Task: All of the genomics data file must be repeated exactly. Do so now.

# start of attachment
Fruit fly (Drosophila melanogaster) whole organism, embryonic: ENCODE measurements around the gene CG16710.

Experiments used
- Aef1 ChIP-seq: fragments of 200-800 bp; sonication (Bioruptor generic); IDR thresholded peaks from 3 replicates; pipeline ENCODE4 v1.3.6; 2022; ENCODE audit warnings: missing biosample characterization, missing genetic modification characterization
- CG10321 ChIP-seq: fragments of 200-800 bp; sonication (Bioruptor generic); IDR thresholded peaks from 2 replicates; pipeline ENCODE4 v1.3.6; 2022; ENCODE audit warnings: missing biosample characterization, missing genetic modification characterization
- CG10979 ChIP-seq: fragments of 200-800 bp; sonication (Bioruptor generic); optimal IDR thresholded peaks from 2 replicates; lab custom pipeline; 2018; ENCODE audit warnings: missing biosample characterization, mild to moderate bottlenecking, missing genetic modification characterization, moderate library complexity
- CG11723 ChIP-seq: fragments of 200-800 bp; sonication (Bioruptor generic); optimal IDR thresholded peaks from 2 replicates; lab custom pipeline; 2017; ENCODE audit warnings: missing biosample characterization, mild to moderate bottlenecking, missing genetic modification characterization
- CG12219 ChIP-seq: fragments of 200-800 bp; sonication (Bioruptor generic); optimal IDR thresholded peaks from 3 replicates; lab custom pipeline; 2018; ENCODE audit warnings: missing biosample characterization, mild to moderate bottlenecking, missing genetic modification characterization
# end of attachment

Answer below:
Fruit fly (Drosophila melanogaster) whole organism, embryonic: ENCODE measurements around the gene CG16710.

Experiments used
- Aef1 ChIP-seq: fragments of 200-800 bp; sonication (Bioruptor generic); IDR thresholded peaks from 3 replicates; pipeline ENCODE4 v1.3.6; 2022; ENCODE audit warnings: missing biosample characterization, missing genetic modification characterization
- CG10321 ChIP-seq: fragments of 200-800 bp; sonication (Bioruptor generic); IDR thresholded peaks from 2 replicates; pipeline ENCODE4 v1.3.6; 2022; ENCODE audit warnings: missing biosample characterization, missing genetic modification characterization
- CG10979 ChIP-seq: fragments of 200-800 bp; sonication (Bioruptor generic); optimal IDR thresholded peaks from 2 replicates; lab custom pipeline; 2018; ENCODE audit warnings: missing biosample characterization, mild to moderate bottlenecking, missing genetic modification characterization, moderate library complexity
- CG11723 ChIP-seq: fragments of 200-800 bp; sonication (Bioruptor generic); optimal IDR thresholded peaks from 2 replicates; lab custom pipeline; 2017; ENCODE audit warnings: missing biosample characterization, mild to moderate bottlenecking, missing genetic modification characterization
- CG12219 ChIP-seq: fragments of 200-800 bp; sonication (Bioruptor generic); optimal IDR thresholded peaks from 3 replicates; lab custom pipeline; 2018; ENCODE audit warnings: missing biosample characterization, mild to moderate bottlenecking, missing genetic modification characterization